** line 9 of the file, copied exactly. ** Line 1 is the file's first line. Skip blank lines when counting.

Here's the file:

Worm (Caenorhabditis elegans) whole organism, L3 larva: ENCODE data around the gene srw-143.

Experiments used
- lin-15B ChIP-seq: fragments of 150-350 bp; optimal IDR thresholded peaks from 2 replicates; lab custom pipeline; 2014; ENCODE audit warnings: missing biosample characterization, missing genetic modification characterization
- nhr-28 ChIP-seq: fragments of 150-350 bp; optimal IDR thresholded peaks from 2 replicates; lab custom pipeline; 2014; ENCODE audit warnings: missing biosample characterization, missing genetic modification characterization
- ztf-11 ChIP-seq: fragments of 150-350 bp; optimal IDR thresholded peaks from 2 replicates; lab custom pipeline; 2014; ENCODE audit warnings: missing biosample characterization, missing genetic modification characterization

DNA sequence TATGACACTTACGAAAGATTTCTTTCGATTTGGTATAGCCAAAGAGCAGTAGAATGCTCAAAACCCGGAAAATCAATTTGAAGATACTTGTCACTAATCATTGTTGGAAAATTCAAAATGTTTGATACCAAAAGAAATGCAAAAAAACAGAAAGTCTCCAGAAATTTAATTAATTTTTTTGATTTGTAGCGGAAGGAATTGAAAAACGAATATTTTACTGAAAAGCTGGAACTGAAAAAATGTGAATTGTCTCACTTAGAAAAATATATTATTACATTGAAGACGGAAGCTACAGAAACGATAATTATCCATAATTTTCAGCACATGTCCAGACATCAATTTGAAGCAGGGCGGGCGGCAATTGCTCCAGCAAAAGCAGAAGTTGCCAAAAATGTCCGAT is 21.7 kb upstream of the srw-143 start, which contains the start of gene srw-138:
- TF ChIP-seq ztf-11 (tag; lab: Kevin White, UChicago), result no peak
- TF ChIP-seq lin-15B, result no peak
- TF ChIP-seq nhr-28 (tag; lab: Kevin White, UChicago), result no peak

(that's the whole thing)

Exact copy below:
- TF ChIP-seq nhr-28 (tag; lab: Kevin White, UChicago), result no peak